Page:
The company hopes there’s a niche for consumers willing to forego pricier smartphone options in return for untethered, unlimited smartphone service for $19 a month.
The company buys telecommunication capacity on the network owned by Sprint Nextel Corp. (NYSE:S) of Overland Park, Kan. Users can select to use the cellular network whenever they want even if they are sitting in range of a Wi-Fi hotspot. They can utilize complimentary Wi-Fi connections at restaurants or cafes at no cost, and then switch over to Sprint’s network as they walk away from the wireless hotspot.The company is using the Motorola Defy XT phone, which defaults to using Wi-Fi when a connection is available. While smartphones have long had Wi-Fi capability, they have typically been secondary services built into the phone. Apple Inc.’s (Nasdaq: AAPL) iPod touch, for example, allows users to easily hitch onto Wi-Fi networks to make calls, send text messages and even have video conferences, but the gadget doesn’t have the ability to use mobile networks in the absence of a Wi-Fi connection. Smartphones like Nokia Corp.’s (NYSE:NOK) N900, released in 2009, integrate services like Skype to use VoIP (Voice over Internet Protocol) to make calls, but the service was buried in the phone’s menu, and it lacked the ability to easily switch from Wi-Fi to mobile networks and vice versa.
For users, there are downsides to consider, as with any discount mobile phone service. For one thing, the phone runs on a two-year-old version of Google Inc.’s (Nasdaq: GOOG) Android mobile operating system. Its low-resolution screen and relatively slow 3G connections (when making calls through Sprint’s network) make the phone feel dated. Plus, the phone is pricey.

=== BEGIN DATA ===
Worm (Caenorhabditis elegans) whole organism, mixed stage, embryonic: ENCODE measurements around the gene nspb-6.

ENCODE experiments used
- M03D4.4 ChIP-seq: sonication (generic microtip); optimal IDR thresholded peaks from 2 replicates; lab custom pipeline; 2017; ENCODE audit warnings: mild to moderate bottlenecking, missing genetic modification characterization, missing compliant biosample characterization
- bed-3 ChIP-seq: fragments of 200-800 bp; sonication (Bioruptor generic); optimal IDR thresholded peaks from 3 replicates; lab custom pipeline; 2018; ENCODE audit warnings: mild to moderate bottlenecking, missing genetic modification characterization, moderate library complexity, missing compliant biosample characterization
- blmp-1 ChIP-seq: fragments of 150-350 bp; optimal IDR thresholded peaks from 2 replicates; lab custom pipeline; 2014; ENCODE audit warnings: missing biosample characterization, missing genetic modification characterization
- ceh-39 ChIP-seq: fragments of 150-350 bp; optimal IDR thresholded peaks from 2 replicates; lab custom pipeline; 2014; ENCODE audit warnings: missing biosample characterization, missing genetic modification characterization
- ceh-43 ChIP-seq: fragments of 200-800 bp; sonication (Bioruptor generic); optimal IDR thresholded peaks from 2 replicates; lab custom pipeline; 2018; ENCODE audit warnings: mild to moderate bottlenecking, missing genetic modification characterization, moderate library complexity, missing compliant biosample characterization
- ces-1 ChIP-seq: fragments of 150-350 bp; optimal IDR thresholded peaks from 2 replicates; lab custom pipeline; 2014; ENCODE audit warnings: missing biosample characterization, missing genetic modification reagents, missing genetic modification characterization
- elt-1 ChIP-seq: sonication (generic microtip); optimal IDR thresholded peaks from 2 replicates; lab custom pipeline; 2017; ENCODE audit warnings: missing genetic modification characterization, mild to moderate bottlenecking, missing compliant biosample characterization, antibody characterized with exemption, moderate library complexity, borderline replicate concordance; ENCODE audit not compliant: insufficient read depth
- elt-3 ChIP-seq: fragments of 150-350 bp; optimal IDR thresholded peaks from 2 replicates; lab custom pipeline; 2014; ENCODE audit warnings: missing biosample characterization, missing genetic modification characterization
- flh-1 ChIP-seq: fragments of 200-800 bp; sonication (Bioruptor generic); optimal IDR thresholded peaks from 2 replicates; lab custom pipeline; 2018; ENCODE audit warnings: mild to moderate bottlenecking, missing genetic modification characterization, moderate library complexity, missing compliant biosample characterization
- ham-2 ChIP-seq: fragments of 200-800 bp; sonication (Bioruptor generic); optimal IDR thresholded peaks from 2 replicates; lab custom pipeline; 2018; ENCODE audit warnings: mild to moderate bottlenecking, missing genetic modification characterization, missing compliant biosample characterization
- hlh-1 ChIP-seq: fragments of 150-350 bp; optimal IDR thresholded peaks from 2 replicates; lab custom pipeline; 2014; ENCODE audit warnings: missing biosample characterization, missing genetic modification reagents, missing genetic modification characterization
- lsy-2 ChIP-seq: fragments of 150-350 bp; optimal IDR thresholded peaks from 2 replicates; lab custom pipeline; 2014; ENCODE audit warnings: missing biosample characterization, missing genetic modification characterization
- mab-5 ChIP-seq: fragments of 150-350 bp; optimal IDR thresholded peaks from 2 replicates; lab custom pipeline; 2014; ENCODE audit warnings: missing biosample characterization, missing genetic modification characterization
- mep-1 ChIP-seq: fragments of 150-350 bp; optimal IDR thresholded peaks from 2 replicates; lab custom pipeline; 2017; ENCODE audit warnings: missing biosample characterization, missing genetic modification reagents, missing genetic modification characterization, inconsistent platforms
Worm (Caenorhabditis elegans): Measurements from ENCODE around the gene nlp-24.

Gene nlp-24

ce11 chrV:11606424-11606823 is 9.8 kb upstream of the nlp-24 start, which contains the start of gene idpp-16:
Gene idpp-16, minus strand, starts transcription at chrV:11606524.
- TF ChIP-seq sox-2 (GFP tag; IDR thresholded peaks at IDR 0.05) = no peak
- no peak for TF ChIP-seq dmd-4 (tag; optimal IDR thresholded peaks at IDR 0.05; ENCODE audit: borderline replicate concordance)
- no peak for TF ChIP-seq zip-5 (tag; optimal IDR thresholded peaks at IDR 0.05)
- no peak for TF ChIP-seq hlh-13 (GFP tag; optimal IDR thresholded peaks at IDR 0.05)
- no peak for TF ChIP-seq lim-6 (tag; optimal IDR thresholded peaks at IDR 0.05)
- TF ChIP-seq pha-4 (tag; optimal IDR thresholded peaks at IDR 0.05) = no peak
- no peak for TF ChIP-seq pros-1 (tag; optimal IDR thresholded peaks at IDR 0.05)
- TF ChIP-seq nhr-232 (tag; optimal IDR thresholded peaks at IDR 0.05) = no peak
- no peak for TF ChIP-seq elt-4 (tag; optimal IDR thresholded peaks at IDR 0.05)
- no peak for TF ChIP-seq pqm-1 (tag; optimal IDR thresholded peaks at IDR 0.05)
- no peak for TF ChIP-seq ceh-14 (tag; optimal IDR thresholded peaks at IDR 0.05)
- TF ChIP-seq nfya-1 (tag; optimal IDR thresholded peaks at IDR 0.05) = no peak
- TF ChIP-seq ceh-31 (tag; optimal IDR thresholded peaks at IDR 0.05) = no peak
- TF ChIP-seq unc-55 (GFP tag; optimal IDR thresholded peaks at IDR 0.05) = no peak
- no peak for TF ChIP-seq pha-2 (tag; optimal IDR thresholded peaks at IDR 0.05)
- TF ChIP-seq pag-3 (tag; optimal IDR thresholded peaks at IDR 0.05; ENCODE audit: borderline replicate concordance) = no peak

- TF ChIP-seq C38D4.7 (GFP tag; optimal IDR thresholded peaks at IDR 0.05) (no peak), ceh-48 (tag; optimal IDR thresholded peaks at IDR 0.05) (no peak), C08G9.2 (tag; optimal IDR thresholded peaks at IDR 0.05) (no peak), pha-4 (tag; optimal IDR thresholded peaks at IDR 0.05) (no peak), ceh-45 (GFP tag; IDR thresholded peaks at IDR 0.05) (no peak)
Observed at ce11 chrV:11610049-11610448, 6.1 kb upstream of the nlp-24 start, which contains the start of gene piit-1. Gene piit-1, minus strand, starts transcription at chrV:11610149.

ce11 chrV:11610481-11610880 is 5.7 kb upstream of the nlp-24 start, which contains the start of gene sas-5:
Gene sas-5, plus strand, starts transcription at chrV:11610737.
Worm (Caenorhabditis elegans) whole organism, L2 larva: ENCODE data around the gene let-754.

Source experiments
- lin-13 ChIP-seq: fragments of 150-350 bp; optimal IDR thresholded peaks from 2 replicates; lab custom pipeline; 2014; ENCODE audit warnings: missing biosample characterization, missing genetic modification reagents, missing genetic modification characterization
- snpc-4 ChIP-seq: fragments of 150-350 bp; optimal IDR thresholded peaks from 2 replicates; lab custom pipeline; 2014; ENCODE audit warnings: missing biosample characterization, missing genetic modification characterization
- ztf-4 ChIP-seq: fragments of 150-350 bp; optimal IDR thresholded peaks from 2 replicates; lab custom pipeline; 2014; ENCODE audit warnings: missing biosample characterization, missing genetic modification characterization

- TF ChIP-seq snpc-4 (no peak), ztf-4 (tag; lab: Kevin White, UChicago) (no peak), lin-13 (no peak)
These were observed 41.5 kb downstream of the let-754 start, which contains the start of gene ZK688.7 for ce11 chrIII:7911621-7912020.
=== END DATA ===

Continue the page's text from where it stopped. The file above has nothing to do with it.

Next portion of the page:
“This is hardly the greatest phone in the world, and $249 is a lot to pay for a phone like that,” said Walt Mossberg, the Wall St. Journal’s tech reviewer.
The phone is available for $99, but at that price, the monthly fee is $29. The company says it will release three smartphone models this summer that will run on updated versions of Android and provide faster 4G network connections.
Another consideration for users is that the transition from Wi-Fi to a mobile network and back requires a phone to hang up and re-dial. Customers will be encouraged to use Wi-Fi as Republic will retain the right to cut users off for using the Sprint network too much. In other words, this isn’t a $19-a-month way to get unlimited network use.
For the most part, reviewers are calling this an acceptable option for cash-strapped customers seeking to upgrade their phones from cheap clamshell “only makes calls” phones to the snazzier touch screen-based smartphones. But like all low-budget offers, the downsides will discourage those who can afford to upgrade.“For many smartphone users, Republic Wireless' rock-bottom pricing will not be enough to offset its less-than-fast 3G connection to the cell network and the limited phone capabilities,” Consumer Reports said. "The service might be an acceptable budget option for some people -- perhaps college students with access to good Wi-Fi reception or penny-pinchers still carrying around a basic flip phone -- who are reluctant to pony up the higher monthly cost for a smartphone from a conventional carrier."